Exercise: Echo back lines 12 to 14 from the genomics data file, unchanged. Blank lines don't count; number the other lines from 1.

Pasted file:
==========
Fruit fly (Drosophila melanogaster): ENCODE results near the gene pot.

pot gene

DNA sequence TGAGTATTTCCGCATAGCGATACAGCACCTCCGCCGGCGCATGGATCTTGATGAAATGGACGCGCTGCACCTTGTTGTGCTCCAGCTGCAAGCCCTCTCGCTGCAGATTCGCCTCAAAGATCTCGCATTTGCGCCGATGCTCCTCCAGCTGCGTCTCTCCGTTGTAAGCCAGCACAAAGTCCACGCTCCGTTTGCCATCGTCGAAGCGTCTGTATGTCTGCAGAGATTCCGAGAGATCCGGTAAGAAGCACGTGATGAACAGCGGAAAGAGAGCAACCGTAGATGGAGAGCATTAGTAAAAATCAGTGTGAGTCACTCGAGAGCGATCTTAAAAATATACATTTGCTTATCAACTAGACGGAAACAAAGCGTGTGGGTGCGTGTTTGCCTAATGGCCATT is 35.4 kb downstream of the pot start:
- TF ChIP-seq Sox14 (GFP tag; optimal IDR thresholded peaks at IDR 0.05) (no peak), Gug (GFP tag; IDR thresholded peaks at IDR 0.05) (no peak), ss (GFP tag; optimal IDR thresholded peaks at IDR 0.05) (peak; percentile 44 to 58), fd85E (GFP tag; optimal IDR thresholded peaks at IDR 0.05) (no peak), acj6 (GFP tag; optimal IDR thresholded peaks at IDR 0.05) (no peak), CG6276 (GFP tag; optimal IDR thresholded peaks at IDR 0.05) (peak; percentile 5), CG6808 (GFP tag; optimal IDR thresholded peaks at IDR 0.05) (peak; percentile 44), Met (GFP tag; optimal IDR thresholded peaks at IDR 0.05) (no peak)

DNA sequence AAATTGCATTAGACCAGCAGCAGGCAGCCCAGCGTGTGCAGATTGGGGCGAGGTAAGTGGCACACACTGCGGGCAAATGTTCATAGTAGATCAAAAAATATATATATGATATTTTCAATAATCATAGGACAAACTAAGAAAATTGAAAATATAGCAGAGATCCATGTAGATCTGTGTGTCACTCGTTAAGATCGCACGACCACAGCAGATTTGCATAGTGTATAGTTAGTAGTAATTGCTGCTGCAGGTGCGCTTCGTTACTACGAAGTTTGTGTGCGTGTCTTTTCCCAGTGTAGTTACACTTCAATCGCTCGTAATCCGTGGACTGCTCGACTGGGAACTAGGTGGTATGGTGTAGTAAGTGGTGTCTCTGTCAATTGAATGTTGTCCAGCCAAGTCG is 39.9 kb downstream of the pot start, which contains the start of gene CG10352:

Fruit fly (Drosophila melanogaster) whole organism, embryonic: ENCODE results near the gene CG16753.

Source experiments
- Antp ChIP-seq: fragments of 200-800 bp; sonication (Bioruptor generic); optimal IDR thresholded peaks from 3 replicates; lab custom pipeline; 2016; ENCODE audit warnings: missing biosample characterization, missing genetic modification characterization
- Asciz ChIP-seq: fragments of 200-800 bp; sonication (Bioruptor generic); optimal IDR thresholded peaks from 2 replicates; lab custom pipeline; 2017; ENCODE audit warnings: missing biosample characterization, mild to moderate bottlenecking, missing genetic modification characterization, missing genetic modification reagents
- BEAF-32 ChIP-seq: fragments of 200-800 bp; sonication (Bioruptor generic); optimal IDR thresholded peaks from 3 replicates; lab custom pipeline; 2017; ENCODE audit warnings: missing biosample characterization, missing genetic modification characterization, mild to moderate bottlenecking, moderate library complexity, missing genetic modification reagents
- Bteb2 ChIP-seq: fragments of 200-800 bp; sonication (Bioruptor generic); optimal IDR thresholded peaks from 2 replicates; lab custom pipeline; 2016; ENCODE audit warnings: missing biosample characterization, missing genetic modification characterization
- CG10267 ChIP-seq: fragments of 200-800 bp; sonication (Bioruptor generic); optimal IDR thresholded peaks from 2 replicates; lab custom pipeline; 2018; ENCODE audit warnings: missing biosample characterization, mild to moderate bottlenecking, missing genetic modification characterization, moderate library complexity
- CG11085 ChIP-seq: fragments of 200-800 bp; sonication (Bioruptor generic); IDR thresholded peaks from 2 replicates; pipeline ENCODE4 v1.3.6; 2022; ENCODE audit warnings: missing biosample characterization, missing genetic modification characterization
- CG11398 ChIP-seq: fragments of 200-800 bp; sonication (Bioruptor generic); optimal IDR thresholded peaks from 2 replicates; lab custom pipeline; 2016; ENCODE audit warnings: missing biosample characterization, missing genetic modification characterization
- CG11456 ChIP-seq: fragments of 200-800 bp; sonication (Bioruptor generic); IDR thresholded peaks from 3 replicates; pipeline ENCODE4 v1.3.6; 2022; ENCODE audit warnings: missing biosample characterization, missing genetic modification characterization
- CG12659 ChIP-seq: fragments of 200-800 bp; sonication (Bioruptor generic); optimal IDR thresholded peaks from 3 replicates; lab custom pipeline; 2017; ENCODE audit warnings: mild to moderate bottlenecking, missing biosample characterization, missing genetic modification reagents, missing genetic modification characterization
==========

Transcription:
- CG10267 ChIP-seq: fragments of 200-800 bp; sonication (Bioruptor generic); optimal IDR thresholded peaks from 2 replicates; lab custom pipeline; 2018; ENCODE audit warnings: missing biosample characterization, mild to moderate bottlenecking, missing genetic modification characterization, moderate library complexity
- CG11085 ChIP-seq: fragments of 200-800 bp; sonication (Bioruptor generic); IDR thresholded peaks from 2 replicates; pipeline ENCODE4 v1.3.6; 2022; ENCODE audit warnings: missing biosample characterization, missing genetic modification characterization
- CG11398 ChIP-seq: fragments of 200-800 bp; sonication (Bioruptor generic); optimal IDR thresholded peaks from 2 replicates; lab custom pipeline; 2016; ENCODE audit warnings: missing biosample characterization, missing genetic modification characterization